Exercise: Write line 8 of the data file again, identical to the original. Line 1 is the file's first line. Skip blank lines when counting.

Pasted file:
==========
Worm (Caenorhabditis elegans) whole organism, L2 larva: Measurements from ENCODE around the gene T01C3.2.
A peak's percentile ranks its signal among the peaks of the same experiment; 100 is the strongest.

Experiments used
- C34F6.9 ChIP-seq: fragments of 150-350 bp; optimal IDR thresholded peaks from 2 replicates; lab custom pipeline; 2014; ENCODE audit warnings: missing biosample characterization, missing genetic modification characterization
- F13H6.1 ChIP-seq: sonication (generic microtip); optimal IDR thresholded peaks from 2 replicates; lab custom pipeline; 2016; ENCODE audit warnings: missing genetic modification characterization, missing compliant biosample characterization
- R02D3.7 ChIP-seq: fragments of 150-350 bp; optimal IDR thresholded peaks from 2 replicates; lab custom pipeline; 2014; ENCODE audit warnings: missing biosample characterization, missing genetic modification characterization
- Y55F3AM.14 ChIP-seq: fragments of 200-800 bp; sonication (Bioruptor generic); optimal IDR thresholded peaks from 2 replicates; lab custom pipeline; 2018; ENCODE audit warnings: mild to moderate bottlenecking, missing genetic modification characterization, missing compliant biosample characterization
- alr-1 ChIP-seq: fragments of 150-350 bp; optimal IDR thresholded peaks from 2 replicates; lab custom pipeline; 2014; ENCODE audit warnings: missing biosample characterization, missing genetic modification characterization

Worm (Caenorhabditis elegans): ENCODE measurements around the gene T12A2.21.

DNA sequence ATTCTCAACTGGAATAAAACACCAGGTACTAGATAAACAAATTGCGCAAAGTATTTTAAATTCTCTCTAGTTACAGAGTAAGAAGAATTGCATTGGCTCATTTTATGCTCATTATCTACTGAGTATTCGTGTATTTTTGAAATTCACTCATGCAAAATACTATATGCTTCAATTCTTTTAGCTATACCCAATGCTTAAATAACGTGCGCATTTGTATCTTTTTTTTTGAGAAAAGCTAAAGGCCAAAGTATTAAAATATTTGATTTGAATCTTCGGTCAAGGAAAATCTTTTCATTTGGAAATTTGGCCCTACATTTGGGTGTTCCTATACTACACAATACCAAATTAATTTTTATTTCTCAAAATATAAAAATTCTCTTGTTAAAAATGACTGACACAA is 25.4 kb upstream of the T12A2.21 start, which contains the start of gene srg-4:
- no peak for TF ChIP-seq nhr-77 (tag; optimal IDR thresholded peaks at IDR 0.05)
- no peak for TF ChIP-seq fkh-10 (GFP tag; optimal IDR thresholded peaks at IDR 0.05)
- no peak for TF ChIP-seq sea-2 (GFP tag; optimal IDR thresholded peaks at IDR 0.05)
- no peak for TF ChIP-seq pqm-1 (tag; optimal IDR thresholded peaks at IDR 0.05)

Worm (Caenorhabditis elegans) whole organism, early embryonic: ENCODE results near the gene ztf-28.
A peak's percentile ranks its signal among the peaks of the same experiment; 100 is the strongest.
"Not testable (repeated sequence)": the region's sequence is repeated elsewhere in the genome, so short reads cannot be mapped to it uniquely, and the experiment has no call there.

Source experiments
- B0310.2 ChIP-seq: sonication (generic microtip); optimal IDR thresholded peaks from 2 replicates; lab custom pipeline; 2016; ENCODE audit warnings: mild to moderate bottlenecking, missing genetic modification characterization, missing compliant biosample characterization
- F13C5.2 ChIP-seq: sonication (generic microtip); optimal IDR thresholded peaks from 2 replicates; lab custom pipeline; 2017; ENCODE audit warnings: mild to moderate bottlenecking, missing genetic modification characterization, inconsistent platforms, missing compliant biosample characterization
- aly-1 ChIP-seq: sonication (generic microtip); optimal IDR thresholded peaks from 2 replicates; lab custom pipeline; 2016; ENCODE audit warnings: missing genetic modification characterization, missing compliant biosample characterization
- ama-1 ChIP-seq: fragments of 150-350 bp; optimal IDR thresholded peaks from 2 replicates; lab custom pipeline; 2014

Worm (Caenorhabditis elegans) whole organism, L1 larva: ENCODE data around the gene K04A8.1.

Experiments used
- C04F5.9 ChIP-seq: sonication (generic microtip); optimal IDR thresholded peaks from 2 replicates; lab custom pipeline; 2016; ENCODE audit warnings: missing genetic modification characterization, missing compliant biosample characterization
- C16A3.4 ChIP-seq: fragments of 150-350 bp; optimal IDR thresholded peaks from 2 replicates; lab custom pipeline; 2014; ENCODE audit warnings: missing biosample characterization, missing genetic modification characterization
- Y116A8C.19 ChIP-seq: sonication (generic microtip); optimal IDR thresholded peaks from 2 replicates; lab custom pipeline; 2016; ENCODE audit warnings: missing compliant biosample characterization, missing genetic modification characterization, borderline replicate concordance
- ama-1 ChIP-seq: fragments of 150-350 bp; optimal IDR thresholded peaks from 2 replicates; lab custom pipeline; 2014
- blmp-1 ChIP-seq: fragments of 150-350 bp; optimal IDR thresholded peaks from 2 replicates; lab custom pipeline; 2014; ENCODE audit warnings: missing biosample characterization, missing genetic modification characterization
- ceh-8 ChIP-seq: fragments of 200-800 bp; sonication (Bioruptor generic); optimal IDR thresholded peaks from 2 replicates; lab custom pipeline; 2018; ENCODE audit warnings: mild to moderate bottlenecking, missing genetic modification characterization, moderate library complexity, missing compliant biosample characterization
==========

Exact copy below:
- alr-1 ChIP-seq: fragments of 150-350 bp; optimal IDR thresholded peaks from 2 replicates; lab custom pipeline; 2014; ENCODE audit warnings: missing biosample characterization, missing genetic modification characterization